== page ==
“Archaeology is about mystery. And you know, without mystery life is rather bland, hm? Maybe you should write this stuff down Mario.”
Professor Kolorado is an adventure-loving, bold Koopa explorer and archaeologist in Paper Mario. A former student of Professor Frankly, Kolorado lives in Koopa Village, but is rarely home, preferring to go out on quests for ancient artifacts, to the displeasure of his wife. He is the idol of his neighbor Kooper, who eventually becomes his assistant at the end of Paper Mario. Kolorado is a parody of Indiana Jones, as they are both named after an American State and they are both legendary archaeologists. Both wear similar outfits and go on quests for unique artifacts, and Kolorado is also chased by a Spiny Tromp similar to the Boulder scene from the movie Raiders of the Lost Ark. He also bears some similarity to Flint Cragley from Super Paper Mario.
Not much is known of Kolorado's life before Paper Mario. In Paper Mario: The Thousand-Year Door, Goombella informs Mario that Kolorado was a student of the renowned Professor Frankly. Kolorado seems to have followed the footsteps of his father, a fellow adventurer who died while exploring Hooktail Castle. It is unknown whether Koloarado knows about this or not. Kolorado later married and settled down in Koopa Village. However, he left the village frequently to explore unknown lands, frustrating his wife. Because of his journeys, Kolorado became well-known and respected in the archaeological community and also became the personal idol of Kooper.
Mario first hears of Kolorado during his visit to Koopa Village. Kooper mentions that Kolorado is his role model, and if Mario enters his house, he meets Kolorado's wife, who is angry that her husband is constantly away from home. Mario and Parakarry find a letter addressed to Kolorado on Mt. Rugged and plan to deliver it to him.
Mario and his partners first meet Kolorado in person on the edge of Dry Dry Desert, which they were going to cross in an attempt to rescue the Star Spirit Mamar. Kolorado, along with a group of fellow explorers, is there to find the treasure of Dry Dry Ruins. When Mario discovers and subsequently explores Dry Dry Ruins, he finds an Artifact that the player can give to Kolorado. Kolorado gives Mario a Star Piece as thanks if the player chooses to do so. Later on, Kolorado sends a letter to Mario's House, stating that he finally found the ruins (although Mario never told him that he had already found them), but did not find any treasure there. Moustafa also sends Mario a letter saying he saw a "suspicious looking Koopa" messing around the ruins, referring to Kolorado.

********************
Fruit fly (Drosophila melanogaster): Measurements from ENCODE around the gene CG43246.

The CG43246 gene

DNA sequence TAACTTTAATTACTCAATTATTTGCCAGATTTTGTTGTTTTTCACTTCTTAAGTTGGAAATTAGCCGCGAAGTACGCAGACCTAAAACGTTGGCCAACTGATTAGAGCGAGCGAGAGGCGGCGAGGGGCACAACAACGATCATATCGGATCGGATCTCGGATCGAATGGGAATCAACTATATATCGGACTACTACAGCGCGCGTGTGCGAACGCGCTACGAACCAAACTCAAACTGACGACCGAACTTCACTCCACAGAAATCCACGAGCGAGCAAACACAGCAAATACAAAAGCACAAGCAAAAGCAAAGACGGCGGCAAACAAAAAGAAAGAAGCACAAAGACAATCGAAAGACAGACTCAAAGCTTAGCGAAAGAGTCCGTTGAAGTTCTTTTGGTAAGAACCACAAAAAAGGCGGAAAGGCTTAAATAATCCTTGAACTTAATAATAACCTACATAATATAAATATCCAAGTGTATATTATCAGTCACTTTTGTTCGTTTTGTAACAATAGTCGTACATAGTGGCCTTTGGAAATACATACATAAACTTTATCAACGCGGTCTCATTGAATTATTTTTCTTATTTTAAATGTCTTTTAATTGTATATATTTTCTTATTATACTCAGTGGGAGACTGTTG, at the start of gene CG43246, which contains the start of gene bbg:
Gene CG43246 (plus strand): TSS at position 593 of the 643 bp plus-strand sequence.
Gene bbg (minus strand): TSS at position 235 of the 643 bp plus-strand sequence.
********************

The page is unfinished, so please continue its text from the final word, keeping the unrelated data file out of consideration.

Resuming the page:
Mario encounters Kolorado again in the Toad Town Port after rescuing the fourth Star Spirit, Muskular. The explorer is attempting to find a way to Lavalava Island in order to find a legendary treasure there. Mario finds a whale who agrees to carry the two adventurers to the island after Mario cures it of a stomachache caused by Fuzzipede. Kolorado then accompanies Mario to Yoshi's Village and when a path is opened to Mt. Lavalava, he rushes ahead to the volcano. On the way, he is saved from the inhabitants of Jade Jungle twice by Mario, although the player has the option on both occasions to ignore Kolorado and continue through the jungle, after which Kolorado would somehow escape the enemy on his own and berate Mario for not helping him.
Kolorado ventures into the volcano with Mario, but is unable to find any treasure or even progress through the treacherous caverns without Mario's assistance. At one point, he is run over by a Spiny Tromp trap. At the halfway point of Mario's battle with the Lava Piranha, Kolorado attempts to aid him, but is badly burnt and runs away. After the plant's defeat, Kolorado, Mario, and the newly freed Star Spirit Misstar venture deeper into the near-erupting volcano to try to find a way out. At the end of the volcano, a chest is discovered on a high ledge, and Kolorado makes a near-fatal reach for it as lava rises behind him. He is scooped up at the last minute by Misstar, and the band of adventurers narrowly escape from the volcano as it erupts.